‘Weakened’ terror group changing tactics
By By Benard Sanga
| May 11th 2014
By Benard Sanga
Kenya: Despite recent attacks in Mombasa, which have been blamed on Al Shabaab, local police claim the violent threat by militants is waning.
Evidence provided by the same police officers, however, suggests that Al Shabaab is not down and out, in spite of the loss of key operational and inspirational leaders like Sheikh Abubakar Sharif alias Makaburi, who was killed on April 1 after bailing out suspects detained following the February 2 storming of the controversial Musa Mosque.
Makaburi and his former ally Sheikh Aboud Rogo Mohamed, now deceased, preached at the mosque with a long established credential as a base for militancy and links with Al Shabaab.
Some analysts believe the killings of the two militants has not weakened Al Shabaab or Al Hijra, its affiliate in Mombasa and Nairobi, and point to the fact that a month after Makaburi’s killing, militants still detonated two explosives on May 3, causing three deaths. Given the nature of the Improvised Explosive Devices (IEDs), the death toll could have been higher but the was absorbed by the suicide bombers carry it. Yet some analysts believe many more attacks have been foiled and that the current attacks could be diversionary and a prelude to something much bigger.
High profile extremists
Suleiman Mohamed Said and Jamal Mohamed Awadh died in the May 3 blast alongside Emily Katana, but police believe the first two could have planted the explosives.
On July 12 last year, the UN Monitoring Group for Somalia and Eritrea published a report seeking to demonstrate that despite their legal problems, Makaburi and British terror suspect Jermaine Grant continued to hold high profiles within Al Shabaab and Al Qaeda circles in East Africa. Grant was then held at Kamiti Maximum Prison while Makaburi was apparently held back by multiple legal problems that restricted his movements, yet the report appeared to suggest that the two retained conversation and operational control of Al Shabaab and Al Hijra.
Grant, (right) is held at the Shimo la Tewa together with 19 terror suspects at the prison’s Block F, where authorities say he has radicalised most terror suspects. In the report, Makaburi and Grant’s alleged links to terrorism are derived from their alleged support for Al Hijra, the successor to the Muslim Youth Centre MYC based in Nairobi’s Pumwani slums and which has been accused in past UN reports of raising money for Al Shabaab and Al Qaeda and recruiting fighters for the Somali extremist movement.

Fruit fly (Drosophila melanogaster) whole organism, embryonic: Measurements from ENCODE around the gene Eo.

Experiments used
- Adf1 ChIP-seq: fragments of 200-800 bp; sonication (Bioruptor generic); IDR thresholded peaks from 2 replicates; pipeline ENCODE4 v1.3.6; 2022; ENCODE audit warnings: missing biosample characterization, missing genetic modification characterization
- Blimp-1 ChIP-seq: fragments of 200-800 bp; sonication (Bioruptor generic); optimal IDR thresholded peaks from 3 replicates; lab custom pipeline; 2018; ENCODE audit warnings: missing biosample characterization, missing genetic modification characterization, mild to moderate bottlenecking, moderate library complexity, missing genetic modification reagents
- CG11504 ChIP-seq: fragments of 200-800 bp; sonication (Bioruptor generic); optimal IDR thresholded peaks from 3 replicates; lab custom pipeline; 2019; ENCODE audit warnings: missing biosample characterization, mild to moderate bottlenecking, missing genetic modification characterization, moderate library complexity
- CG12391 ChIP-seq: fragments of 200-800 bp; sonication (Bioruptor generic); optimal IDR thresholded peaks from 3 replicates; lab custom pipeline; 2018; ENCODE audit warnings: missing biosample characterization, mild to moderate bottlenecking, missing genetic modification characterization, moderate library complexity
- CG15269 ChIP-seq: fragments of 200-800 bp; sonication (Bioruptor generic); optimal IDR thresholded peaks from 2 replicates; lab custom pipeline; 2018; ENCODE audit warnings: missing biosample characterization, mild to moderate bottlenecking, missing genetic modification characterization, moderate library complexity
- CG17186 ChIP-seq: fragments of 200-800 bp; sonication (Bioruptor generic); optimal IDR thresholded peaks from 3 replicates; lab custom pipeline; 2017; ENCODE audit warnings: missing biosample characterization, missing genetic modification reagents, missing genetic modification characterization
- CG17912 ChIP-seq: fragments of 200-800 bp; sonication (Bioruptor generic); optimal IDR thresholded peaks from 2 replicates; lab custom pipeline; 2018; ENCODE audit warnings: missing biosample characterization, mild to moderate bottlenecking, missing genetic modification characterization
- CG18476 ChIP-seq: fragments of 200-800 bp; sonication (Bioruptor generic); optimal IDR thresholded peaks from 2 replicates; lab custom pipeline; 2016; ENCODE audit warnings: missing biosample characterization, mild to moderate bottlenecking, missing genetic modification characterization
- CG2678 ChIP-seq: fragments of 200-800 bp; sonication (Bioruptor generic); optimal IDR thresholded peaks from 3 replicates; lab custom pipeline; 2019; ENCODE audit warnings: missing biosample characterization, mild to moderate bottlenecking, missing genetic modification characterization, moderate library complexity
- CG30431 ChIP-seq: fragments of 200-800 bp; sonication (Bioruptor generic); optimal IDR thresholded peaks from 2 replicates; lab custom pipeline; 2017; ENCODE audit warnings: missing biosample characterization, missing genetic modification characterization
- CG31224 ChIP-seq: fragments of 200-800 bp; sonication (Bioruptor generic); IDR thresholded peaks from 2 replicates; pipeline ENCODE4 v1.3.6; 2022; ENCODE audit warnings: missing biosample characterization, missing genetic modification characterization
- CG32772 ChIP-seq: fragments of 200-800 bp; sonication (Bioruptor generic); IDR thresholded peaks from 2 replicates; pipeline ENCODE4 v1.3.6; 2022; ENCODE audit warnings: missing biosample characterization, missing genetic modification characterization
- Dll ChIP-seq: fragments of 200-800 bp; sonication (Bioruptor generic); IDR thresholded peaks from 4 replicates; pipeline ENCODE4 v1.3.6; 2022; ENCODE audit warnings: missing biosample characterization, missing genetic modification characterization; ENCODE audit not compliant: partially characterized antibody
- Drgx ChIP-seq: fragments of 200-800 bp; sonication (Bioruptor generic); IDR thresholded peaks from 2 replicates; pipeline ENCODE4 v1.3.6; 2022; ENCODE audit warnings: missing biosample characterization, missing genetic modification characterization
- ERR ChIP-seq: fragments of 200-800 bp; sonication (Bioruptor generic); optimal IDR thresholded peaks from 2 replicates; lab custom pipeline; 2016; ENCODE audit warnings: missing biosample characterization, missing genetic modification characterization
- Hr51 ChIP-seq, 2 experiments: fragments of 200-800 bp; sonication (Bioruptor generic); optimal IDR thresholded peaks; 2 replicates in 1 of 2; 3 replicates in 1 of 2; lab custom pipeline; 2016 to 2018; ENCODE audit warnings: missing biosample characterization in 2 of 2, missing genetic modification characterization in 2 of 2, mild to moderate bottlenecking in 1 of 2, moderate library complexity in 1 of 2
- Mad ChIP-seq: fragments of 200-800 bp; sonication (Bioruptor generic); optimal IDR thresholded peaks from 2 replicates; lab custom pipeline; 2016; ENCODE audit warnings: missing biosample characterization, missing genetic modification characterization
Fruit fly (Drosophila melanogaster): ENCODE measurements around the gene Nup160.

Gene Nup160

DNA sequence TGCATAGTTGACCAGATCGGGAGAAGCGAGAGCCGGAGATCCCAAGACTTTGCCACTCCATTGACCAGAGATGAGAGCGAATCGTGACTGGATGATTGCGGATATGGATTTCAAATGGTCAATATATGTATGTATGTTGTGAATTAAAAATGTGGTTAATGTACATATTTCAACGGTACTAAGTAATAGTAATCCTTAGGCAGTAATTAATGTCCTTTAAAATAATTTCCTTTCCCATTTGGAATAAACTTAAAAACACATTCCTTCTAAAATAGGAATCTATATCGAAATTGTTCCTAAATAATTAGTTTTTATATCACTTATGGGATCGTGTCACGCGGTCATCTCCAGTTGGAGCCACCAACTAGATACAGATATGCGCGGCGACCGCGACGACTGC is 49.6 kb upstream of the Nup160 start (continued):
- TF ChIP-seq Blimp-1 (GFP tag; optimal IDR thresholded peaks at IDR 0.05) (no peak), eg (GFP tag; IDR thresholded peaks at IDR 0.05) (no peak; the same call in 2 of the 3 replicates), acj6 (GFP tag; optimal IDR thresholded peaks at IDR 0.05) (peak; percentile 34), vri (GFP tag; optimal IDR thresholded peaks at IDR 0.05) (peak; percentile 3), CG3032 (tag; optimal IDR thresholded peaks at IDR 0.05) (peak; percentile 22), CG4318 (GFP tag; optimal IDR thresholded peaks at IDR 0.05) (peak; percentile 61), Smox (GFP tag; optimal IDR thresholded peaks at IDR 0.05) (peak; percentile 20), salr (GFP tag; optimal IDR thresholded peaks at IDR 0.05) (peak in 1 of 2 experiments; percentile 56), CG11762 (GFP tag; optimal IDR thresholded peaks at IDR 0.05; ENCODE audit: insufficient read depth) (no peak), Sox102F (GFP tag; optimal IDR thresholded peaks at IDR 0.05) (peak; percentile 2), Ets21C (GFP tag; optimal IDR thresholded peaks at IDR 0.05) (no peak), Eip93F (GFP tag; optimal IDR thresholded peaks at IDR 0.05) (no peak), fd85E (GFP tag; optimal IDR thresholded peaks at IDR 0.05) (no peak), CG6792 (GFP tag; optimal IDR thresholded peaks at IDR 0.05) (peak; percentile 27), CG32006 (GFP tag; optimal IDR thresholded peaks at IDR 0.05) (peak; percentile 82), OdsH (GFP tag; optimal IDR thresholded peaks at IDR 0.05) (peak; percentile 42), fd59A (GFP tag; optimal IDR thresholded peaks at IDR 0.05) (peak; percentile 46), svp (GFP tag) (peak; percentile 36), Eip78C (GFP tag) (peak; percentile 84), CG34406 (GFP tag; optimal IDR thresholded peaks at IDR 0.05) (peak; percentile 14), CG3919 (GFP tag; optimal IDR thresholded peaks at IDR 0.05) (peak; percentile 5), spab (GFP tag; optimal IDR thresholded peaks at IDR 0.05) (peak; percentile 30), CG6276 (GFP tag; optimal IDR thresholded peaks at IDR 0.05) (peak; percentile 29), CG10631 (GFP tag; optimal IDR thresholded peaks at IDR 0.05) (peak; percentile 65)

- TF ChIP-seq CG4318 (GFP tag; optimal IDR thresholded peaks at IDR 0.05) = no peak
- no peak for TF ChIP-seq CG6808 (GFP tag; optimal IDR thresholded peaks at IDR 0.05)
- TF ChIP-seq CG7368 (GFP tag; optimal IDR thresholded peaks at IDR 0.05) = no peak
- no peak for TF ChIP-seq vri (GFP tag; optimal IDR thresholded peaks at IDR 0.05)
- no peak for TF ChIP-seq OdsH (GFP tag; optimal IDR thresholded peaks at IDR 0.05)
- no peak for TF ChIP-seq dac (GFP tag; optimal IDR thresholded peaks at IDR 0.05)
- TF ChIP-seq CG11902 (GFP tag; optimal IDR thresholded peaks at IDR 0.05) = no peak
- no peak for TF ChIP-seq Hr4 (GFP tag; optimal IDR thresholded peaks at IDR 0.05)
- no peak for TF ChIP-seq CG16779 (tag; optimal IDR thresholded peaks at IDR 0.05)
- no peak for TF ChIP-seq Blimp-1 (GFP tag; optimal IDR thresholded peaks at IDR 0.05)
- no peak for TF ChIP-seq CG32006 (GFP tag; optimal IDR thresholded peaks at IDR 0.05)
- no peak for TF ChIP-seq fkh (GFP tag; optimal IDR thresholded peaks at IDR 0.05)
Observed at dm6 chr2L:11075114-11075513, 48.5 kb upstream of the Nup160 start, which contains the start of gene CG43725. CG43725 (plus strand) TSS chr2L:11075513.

The report alleged that from jail, Grant had provided support for “ongoing plots” by militants across East Africa. “Al Hijra, in partnership with the Ansar Muslim Youth Centre in Tanzania, has sought operational direction and guidance since the latter part of 2012 from individuals with former ties to Al Qaeda in East Africa and self styled Al Qaeda affiliates including Abubakar Shariff Ahmed ‘Makaburi’ and United Kingdom national Jermaine John Grant.”
On March 18, a revolt was reported at Shimo la Tewa Prison and authorities suggested that Grant and fellow terror suspects Wedi Iddi Zubeyr and Kassim Stadi planned it to allow a massive jail break. To effect the alleged break out the supposed conspirators recruited a prison official who acted as a courier to the outside world and to the Musa Mosque.
Links to Masjid Musa
Revelations that Awadh had links to Musa Mosque cemented a hypothesis that he had extremist views leading to terror links and that he might have received some message from the prison official from Shimo la Tewa and went to the mosque, where he was arrested on February 2. Police say Suleiman was released from Shimo la Tewa on February 20 only after a court of appeal quashed a death sentence imposed on him for violent robbery in 2009 suggesting that he might have become radicalised by militants at Block F.
Police also suggest that Jamal and Suleiman were friends living in Kingorani, although Jamal traced his roots to Mariakani in Mombasa. Top CID official in Mombasa Henry Ondiek says extremists appear to have adopted the use of IEDs because they have become weak.
“Ideally they should use industrially manufactured weapons like hand grenades, but they have resorted to IEDS because they are easy to assemble and components to make them can be acquired legally,” says Ondiek, citing similarities in the IEDS used in the blasts on the beach behind Reef Hotel and Mwembe Tayari bus stage.
Mohamed Osman Ibrahim from Canada and Abdillahi Salih Saleh from Somalia were arrested early last week after police claimed they had tried to book in the hotel. Police allege the two were behind the IED and also indicate that besides a laptop computer they were found with literature on terrorism with targets and propaganda.
Last Sunday, Alyaan Mohamed, a police informer and counter-terrorism expert was shot dead at his house in Shella in Malindi, raising fear that Al Shabaab cell members had ordered the killing, which was hailed as justified in Islamist blogs and Facebook posting.
Alyaan’s murder was preceded by internet postings urging for the killing of those “who spy on Muslims”. He became the third counter-terrorism agent to be killed after the December 4 decapitation of fellow agent Faiz Mohamed Bwarusi and Ahmed Bakhswhein, who was shot dead in broad daylight in Malindi last January.
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